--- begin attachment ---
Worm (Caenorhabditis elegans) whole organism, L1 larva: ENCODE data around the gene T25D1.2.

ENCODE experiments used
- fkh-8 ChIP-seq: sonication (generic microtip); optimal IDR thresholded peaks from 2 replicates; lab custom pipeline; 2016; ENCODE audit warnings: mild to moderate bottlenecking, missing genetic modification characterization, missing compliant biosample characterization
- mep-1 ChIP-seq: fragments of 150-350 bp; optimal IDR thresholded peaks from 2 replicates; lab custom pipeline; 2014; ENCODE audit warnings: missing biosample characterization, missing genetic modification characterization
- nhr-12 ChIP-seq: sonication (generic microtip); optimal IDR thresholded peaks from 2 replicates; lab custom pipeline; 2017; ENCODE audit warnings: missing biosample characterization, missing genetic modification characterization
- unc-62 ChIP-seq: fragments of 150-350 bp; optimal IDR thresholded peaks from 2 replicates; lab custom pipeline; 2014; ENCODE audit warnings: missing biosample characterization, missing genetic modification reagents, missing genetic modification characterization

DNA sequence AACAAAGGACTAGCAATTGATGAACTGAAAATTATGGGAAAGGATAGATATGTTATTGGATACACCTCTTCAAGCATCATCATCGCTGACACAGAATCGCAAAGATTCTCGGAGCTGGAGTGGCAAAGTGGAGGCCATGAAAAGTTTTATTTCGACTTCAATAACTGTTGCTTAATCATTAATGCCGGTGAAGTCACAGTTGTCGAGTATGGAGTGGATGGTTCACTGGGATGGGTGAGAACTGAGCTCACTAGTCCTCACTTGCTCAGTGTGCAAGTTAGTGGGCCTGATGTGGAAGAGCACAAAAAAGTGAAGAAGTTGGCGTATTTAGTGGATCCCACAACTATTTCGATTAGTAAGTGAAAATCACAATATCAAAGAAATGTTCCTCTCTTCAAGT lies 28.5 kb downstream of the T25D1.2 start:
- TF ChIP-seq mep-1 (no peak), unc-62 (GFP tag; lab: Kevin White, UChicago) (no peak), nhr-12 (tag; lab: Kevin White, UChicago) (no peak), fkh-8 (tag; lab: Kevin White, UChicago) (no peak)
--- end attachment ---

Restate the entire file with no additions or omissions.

Worm (Caenorhabditis elegans) whole organism, L1 larva: ENCODE data around the gene T25D1.2.

ENCODE experiments used
- fkh-8 ChIP-seq: sonication (generic microtip); optimal IDR thresholded peaks from 2 replicates; lab custom pipeline; 2016; ENCODE audit warnings: mild to moderate bottlenecking, missing genetic modification characterization, missing compliant biosample characterization
- mep-1 ChIP-seq: fragments of 150-350 bp; optimal IDR thresholded peaks from 2 replicates; lab custom pipeline; 2014; ENCODE audit warnings: missing biosample characterization, missing genetic modification characterization
- nhr-12 ChIP-seq: sonication (generic microtip); optimal IDR thresholded peaks from 2 replicates; lab custom pipeline; 2017; ENCODE audit warnings: missing biosample characterization, missing genetic modification characterization
- unc-62 ChIP-seq: fragments of 150-350 bp; optimal IDR thresholded peaks from 2 replicates; lab custom pipeline; 2014; ENCODE audit warnings: missing biosample characterization, missing genetic modification reagents, missing genetic modification characterization

DNA sequence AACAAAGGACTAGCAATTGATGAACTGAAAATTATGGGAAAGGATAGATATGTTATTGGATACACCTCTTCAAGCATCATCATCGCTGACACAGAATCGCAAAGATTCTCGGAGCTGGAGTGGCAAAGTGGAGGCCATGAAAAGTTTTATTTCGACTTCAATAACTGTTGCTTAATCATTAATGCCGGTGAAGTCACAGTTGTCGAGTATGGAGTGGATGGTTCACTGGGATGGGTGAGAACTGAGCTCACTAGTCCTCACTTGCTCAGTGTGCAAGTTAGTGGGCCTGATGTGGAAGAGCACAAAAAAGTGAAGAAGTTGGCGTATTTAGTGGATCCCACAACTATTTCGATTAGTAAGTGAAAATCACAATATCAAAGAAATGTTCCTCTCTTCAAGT lies 28.5 kb downstream of the T25D1.2 start:
- TF ChIP-seq mep-1 (no peak), unc-62 (GFP tag; lab: Kevin White, UChicago) (no peak), nhr-12 (tag; lab: Kevin White, UChicago) (no peak), fkh-8 (tag; lab: Kevin White, UChicago) (no peak)